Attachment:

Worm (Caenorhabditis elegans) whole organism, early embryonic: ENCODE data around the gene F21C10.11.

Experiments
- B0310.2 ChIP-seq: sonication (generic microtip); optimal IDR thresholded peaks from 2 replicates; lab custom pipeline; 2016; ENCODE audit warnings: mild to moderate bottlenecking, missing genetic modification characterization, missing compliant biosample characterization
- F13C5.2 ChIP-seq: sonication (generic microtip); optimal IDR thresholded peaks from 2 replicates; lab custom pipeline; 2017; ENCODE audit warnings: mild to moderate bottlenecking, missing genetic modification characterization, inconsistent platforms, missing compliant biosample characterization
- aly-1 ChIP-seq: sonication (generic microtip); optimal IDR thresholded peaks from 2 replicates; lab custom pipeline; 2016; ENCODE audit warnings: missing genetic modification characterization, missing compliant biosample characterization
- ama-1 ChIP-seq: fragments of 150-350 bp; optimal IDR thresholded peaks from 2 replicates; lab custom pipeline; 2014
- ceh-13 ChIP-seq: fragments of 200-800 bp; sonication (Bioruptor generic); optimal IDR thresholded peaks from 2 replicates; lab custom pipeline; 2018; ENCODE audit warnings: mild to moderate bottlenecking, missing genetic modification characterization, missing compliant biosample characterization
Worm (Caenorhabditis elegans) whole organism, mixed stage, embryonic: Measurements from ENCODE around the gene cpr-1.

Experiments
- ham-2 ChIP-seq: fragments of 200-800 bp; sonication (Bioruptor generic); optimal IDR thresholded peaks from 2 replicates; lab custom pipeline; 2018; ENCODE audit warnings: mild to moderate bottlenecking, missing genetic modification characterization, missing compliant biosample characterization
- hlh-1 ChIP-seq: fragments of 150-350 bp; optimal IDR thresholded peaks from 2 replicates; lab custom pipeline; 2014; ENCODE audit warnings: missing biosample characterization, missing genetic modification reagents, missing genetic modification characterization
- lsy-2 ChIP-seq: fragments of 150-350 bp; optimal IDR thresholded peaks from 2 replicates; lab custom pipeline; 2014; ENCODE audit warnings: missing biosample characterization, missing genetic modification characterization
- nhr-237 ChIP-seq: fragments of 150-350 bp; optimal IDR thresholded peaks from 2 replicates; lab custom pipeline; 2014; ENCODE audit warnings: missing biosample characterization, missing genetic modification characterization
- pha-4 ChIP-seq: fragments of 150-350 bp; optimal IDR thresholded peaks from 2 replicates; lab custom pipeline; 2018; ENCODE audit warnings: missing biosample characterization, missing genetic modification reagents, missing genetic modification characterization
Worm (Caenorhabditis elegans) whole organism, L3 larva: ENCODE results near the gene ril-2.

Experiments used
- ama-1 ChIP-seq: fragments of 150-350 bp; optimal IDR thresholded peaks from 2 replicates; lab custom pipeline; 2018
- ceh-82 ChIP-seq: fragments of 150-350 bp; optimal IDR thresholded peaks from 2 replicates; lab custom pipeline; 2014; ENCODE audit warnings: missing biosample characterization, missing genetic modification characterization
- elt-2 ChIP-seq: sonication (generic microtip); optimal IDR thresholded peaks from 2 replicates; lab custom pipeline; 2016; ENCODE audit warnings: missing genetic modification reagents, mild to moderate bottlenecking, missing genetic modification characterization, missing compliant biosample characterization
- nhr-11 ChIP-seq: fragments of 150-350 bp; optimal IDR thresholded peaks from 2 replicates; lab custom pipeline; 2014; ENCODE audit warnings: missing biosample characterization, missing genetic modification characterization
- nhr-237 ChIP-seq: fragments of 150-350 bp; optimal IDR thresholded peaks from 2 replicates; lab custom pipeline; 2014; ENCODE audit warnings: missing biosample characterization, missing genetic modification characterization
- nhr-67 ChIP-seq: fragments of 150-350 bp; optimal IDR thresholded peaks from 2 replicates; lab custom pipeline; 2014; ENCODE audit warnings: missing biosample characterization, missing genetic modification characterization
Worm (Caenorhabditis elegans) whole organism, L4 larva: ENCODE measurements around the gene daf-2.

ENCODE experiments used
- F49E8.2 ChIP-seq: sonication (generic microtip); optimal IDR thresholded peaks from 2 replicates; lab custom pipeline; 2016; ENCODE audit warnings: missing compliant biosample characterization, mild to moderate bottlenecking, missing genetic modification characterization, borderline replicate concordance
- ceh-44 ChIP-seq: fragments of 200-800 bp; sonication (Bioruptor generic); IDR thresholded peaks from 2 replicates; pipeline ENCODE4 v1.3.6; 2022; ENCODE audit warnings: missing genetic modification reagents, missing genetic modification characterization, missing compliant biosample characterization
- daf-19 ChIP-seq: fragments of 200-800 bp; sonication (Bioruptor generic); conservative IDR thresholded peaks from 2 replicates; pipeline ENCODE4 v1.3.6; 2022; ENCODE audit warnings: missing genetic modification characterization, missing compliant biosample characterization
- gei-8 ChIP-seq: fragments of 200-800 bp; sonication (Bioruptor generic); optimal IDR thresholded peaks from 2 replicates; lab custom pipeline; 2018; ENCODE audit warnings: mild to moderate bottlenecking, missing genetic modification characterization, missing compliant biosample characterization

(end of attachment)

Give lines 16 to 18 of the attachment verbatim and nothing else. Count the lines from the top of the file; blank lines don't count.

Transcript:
Experiments used
- ama-1 ChIP-seq: fragments of 150-350 bp; optimal IDR thresholded peaks from 2 replicates; lab custom pipeline; 2018
- ceh-82 ChIP-seq: fragments of 150-350 bp; optimal IDR thresholded peaks from 2 replicates; lab custom pipeline; 2014; ENCODE audit warnings: missing biosample characterization, missing genetic modification characterization